Biomechanical aspects of idiopathic scoliosis evolution
© Aulisa et al; licensee BioMed Central Ltd. 2012
Published: 27 January 2012
In patients with idiopathic scoliosis, the interaction between biological and mechanical factors plays a central role in the evolution of deformities. According to the “vicious cycle model” of scoliosis evolution, the asymmetric load on the spine is the main factor driving the onset and development of deformities by altering the vertebral growth dynamics. Hence, once a critical asymmetric load has established, the progression of deformity is unavoidable, unless a compensatory force is applied to offset the biomechanical effects of growth [1, 2].
Here, we present a case series of adolescents with idiopathic scoliosis, in whom a normal vertebral morphology was achieved before the end of growth, who withdrew from the orthotic treatment during the growing age and maintained the correction over a 5-year follow-up.
Materials and methods
Fourty-six adolescents (40 girls and 6 boys) with idiopathic scoliosis treated with PASB or Lyon or Milwaukee brace, who achieved a complete curve and vertebral symmetry correction and withdrew from the treatment before the skeletal growth was complete. Participants presented with lumbar (n = 17), thoracolumbar (n = 26) or dorsal (n = 3) curve. The mean age at the beginning of treatment of 12.13 ± 2.16 years. All participants were prescribed with full-time bracing for an average of 53.35 ± 19.94 months. An early weaning was suggested, provided that a full-time bracing would be reinstituted if correction was lost. However, such a condition was not observed.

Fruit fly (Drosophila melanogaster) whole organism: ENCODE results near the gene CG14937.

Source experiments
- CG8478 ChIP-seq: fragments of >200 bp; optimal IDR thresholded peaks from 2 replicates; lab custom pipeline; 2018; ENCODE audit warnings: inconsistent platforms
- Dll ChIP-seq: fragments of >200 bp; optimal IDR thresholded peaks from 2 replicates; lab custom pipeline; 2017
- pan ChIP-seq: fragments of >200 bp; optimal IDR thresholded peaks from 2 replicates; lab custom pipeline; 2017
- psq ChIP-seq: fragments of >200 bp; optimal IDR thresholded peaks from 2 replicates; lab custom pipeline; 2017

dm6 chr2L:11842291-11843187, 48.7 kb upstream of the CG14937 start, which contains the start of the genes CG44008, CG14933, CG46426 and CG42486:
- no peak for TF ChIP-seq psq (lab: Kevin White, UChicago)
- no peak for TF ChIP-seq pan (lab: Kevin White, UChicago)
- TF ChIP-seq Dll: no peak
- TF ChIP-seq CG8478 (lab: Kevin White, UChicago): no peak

X-rays taken at the beginning of treatment showed a curve value of 23.93 ± 4.14° Cobb and Perdriolle value inferior to 15° Perdriolle. Radiologic examinations performed during the course of treatment evidenced a progressive reduction of vertebral rotation and lateral curvature, until the complete recovery of spinal geometry. At the end of treatment, all patients experienced a complete lateral curve correction. X-rays taken during the following 2 years showed a curve stabilization, with an average curve value of 4.80 ± 0.75° Cobb. Only 29 cases experienced a mild curve progression (7.62 ± 4.35 °Cobb).
The mechanical component is the major force involved in curve evolution. The restoration of a normal vertebral geometry via conservative treatment stops the scoliosis evolution and results in a permanent correction of the curve.
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